Capacity Crowd at Kings Hill’s Historic Control Tower

Capacity Crowd at Kings Hill’s Historic Control Tower

More than 200 people visited Kings Hill’s historic Art Deco Control Tower over the weekend as part of the national Heritage Open Days programme.

Organised locally by Tonbridge & Malling Borough Council, Heritage Open Days celebrates England's architecture and culture by offering free access to properties that are usually closed to the public or charge for admission.

Recently restored and refurbished by Kings Hill developer Liberty Property Trust UK, the listed Control Tower was originally part of RAF West Malling, playing an important part in World War II. It is the best example of this type of control tower after RAF Swanton Morley in Norfolk and was the most advanced Air Ministry design of the inter-war period, with a meteorological section incorporated into the design behind the control room.

Andrew Blevins, Liberty’s managing director, said: “We wanted to take part in Heritage Open Days to allow as many visitors as possible to explore the newly refurbished building. People were encouraged to climb to the top of the tower using the original handrail and to take in the views from the first floor through the carefully restored Crittall windows and from the second floor balcony.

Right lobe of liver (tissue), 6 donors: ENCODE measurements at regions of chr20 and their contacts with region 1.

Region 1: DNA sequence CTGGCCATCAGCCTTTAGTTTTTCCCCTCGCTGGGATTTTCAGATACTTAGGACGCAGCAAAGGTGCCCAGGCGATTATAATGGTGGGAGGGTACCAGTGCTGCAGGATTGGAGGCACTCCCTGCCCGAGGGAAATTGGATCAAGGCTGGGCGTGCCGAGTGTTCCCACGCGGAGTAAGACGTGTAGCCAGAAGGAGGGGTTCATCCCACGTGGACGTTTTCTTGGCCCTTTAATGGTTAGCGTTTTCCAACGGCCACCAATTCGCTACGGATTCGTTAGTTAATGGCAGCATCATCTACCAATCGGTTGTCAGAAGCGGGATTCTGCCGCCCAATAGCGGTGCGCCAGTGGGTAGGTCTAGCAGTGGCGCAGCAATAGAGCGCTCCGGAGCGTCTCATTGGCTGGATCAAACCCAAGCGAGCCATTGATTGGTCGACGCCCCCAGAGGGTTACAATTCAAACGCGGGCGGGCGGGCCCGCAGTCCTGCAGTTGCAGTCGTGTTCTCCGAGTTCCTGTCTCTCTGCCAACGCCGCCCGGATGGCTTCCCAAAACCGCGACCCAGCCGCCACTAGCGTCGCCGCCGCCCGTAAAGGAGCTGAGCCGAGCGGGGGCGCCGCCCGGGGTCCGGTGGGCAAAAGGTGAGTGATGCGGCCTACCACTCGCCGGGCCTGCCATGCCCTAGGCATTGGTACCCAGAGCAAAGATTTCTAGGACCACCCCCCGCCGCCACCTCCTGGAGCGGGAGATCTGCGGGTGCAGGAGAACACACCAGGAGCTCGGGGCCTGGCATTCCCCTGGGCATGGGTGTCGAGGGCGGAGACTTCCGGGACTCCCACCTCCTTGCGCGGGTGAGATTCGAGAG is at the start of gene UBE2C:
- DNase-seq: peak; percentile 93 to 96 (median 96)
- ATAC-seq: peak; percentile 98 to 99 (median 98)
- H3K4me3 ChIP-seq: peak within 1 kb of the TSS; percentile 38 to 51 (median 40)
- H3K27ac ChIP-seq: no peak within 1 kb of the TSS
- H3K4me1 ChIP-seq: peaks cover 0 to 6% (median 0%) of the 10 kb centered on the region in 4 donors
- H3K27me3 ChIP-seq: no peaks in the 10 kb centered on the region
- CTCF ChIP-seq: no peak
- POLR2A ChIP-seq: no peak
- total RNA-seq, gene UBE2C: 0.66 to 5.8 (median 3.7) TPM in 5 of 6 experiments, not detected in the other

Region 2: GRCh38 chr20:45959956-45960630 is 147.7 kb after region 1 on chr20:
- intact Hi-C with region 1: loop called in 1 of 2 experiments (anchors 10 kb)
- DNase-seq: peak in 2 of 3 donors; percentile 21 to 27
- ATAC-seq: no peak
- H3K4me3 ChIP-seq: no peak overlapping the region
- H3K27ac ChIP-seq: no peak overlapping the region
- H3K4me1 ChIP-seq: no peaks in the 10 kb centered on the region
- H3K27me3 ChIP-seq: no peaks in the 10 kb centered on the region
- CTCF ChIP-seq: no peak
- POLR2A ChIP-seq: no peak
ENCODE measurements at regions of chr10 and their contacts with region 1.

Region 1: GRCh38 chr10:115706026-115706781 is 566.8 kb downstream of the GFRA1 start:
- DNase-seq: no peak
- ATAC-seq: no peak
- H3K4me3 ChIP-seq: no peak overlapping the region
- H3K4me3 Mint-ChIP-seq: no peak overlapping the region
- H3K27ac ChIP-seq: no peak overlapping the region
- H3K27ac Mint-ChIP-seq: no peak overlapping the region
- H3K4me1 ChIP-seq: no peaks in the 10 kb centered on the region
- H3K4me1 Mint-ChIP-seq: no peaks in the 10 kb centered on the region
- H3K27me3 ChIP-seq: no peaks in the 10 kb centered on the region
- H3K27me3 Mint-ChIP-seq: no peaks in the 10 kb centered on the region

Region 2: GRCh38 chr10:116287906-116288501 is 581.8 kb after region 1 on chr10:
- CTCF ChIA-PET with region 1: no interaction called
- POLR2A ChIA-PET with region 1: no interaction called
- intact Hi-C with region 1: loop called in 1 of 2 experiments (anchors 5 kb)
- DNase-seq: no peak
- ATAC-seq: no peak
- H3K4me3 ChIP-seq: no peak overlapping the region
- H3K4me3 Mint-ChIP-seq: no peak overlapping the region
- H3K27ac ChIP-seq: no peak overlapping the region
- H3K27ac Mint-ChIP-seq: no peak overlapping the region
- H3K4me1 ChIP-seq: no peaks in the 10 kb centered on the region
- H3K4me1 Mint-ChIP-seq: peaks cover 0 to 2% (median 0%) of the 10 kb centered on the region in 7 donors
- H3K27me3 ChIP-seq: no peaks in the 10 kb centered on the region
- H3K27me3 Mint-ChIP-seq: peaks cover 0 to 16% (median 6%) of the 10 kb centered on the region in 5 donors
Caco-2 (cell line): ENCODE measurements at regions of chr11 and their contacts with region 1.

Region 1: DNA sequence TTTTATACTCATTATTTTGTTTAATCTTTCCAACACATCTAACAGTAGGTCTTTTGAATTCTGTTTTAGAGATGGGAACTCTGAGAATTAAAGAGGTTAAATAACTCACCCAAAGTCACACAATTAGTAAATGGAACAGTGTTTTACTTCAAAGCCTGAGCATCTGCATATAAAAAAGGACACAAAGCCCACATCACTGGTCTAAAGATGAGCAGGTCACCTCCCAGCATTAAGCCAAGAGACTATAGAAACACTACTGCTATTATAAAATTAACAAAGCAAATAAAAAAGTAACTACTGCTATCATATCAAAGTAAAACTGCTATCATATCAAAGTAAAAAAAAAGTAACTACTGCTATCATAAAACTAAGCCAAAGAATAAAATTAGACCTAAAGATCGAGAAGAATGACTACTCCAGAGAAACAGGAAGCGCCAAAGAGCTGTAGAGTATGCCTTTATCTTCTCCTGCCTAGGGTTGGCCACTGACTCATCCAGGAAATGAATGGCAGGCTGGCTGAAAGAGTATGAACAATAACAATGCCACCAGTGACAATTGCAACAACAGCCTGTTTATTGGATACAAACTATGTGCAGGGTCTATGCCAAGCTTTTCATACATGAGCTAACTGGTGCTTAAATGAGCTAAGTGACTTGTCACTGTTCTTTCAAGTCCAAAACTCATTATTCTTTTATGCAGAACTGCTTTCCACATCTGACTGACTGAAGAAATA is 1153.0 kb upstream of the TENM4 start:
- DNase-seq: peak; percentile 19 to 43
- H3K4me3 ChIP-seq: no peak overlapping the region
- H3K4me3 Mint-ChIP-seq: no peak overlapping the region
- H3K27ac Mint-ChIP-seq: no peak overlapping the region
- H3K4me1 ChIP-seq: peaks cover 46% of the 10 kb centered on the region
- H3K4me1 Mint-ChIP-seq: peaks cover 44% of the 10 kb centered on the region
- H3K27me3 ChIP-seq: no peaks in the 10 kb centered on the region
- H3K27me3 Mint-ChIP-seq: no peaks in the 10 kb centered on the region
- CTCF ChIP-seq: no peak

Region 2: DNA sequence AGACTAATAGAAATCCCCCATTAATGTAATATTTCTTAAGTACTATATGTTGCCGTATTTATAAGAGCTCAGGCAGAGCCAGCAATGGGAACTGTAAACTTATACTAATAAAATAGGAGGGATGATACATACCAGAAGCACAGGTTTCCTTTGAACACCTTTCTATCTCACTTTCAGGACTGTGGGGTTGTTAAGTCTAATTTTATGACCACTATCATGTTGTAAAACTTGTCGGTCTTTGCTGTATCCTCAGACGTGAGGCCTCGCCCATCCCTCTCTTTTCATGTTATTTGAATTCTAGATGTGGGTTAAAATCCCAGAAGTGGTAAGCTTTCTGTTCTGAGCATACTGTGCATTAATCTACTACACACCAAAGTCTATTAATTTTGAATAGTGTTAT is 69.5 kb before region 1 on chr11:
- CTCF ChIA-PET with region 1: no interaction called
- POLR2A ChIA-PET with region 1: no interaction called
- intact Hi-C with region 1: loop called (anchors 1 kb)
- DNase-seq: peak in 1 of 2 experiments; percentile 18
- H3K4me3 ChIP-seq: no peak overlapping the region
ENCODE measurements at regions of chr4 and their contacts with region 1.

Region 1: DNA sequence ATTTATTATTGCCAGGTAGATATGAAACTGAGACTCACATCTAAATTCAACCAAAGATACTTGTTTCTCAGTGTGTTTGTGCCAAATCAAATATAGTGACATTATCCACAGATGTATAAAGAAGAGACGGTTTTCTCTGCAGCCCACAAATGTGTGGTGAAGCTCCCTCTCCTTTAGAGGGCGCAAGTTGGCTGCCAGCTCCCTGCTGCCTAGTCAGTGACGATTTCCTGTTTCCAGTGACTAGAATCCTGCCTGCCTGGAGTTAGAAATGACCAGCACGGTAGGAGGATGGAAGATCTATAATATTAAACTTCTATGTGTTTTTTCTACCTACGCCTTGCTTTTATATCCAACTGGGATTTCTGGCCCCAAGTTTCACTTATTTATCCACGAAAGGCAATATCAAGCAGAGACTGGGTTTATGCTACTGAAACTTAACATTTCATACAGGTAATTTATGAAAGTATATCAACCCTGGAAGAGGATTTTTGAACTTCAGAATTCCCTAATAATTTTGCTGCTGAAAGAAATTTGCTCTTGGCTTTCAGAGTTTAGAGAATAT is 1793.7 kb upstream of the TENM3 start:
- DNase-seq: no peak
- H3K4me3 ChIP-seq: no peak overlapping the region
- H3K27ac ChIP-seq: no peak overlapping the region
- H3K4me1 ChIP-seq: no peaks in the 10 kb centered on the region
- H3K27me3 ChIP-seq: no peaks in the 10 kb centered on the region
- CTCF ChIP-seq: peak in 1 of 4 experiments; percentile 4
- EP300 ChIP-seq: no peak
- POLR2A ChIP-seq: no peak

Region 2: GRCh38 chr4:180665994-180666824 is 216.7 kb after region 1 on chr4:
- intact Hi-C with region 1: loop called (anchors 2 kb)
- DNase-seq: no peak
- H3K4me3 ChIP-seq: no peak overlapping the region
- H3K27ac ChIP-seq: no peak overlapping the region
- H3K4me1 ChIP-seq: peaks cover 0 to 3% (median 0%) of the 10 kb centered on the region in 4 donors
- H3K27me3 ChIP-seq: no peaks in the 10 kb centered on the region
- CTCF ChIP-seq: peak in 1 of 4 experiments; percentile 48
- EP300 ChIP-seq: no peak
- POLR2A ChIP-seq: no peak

“Although not all of the visitors were from Kings Hill itself, many people enjoyed viewing their home from the Control Tower and on an early map of the airfield. The general consensus was that the building has been well restored to its former glory and residents were pleased to be able to find out more about the history of where they live.”

Visitor Graham Jackson, whose father Dennis was the training officer of 618 Gliding School, based at RAF West Malling, and later Wing Commander of Kent Wing ATC, learnt to fly at the airfield. Like many other graduates of the school he later became a British military pilot. Now living in Oman, Graham was keen to take the rare opportunity to see inside the Control Tower and was pleased to meet other people who had been based at the airfield. Also in attendance was 80-year-old Air Chief Marshal Sir Anthony Skingsley, a former senior RAF commander.

Centered around the iconic Art Deco Control Tower are the recently unveiled heritage artworks which include 12 brass reliefs, 11 of which feature planes that were stationed at Kings Hill during World War II. After viewing the Control Tower, children of all ages enjoyed taking brass rubbings, allowing them to engage with the history that makes Kings Hill unique.

Visitors also enjoyed viewing the new contemporary Cultural Centre which is situated on the ground floor of the Control Tower. Currently housing an exhibition detailing how the artworks were created, it is designed as space to be shared with the community that could have a range of uses including community exhibition space, a professionally curated gallery and a location for workshops, local artisans, schools and arts and craft classes.

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